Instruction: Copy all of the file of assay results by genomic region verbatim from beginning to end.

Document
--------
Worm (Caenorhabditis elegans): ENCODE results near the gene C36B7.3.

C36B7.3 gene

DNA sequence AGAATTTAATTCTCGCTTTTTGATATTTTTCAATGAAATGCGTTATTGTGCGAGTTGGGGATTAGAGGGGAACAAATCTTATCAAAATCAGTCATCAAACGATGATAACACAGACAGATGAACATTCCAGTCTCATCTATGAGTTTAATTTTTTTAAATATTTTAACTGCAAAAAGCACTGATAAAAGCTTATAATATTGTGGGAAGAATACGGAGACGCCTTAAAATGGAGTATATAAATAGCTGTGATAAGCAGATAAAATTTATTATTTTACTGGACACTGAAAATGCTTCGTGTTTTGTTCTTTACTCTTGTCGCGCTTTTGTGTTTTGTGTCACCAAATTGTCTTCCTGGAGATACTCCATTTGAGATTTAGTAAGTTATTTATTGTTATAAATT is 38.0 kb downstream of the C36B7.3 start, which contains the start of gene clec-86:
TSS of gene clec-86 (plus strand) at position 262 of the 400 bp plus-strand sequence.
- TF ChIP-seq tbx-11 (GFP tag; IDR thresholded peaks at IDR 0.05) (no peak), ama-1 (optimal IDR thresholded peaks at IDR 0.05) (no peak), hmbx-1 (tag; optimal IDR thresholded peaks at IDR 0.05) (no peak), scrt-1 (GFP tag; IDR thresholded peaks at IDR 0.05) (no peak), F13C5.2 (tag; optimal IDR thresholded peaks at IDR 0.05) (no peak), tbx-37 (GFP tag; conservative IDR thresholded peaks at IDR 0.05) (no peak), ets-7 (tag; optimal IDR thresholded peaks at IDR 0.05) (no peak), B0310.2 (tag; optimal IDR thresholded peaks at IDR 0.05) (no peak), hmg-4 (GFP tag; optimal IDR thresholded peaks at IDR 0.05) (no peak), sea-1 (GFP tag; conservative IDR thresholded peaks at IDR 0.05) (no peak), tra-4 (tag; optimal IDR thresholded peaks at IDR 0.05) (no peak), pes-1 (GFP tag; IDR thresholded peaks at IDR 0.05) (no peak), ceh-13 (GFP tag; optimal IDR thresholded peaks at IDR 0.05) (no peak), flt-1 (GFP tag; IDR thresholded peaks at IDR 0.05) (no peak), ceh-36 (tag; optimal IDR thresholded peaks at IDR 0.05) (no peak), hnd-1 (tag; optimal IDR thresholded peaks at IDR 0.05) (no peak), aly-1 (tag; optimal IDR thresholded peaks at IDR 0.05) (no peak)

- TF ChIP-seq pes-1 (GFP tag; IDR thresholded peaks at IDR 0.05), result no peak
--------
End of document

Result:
Worm (Caenorhabditis elegans): ENCODE results near the gene C36B7.3.

C36B7.3 gene

DNA sequence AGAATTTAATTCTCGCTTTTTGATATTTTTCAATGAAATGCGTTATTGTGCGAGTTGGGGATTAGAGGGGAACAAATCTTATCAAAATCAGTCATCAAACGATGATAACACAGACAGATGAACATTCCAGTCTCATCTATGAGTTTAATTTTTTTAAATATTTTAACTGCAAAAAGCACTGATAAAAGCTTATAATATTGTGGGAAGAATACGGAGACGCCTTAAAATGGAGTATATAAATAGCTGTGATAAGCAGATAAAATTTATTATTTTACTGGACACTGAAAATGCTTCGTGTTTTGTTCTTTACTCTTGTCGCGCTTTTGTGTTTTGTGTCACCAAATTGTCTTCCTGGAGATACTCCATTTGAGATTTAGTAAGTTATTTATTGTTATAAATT is 38.0 kb downstream of the C36B7.3 start, which contains the start of gene clec-86:
TSS of gene clec-86 (plus strand) at position 262 of the 400 bp plus-strand sequence.
- TF ChIP-seq tbx-11 (GFP tag; IDR thresholded peaks at IDR 0.05) (no peak), ama-1 (optimal IDR thresholded peaks at IDR 0.05) (no peak), hmbx-1 (tag; optimal IDR thresholded peaks at IDR 0.05) (no peak), scrt-1 (GFP tag; IDR thresholded peaks at IDR 0.05) (no peak), F13C5.2 (tag; optimal IDR thresholded peaks at IDR 0.05) (no peak), tbx-37 (GFP tag; conservative IDR thresholded peaks at IDR 0.05) (no peak), ets-7 (tag; optimal IDR thresholded peaks at IDR 0.05) (no peak), B0310.2 (tag; optimal IDR thresholded peaks at IDR 0.05) (no peak), hmg-4 (GFP tag; optimal IDR thresholded peaks at IDR 0.05) (no peak), sea-1 (GFP tag; conservative IDR thresholded peaks at IDR 0.05) (no peak), tra-4 (tag; optimal IDR thresholded peaks at IDR 0.05) (no peak), pes-1 (GFP tag; IDR thresholded peaks at IDR 0.05) (no peak), ceh-13 (GFP tag; optimal IDR thresholded peaks at IDR 0.05) (no peak), flt-1 (GFP tag; IDR thresholded peaks at IDR 0.05) (no peak), ceh-36 (tag; optimal IDR thresholded peaks at IDR 0.05) (no peak), hnd-1 (tag; optimal IDR thresholded peaks at IDR 0.05) (no peak), aly-1 (tag; optimal IDR thresholded peaks at IDR 0.05) (no peak)

- TF ChIP-seq pes-1 (GFP tag; IDR thresholded peaks at IDR 0.05), result no peak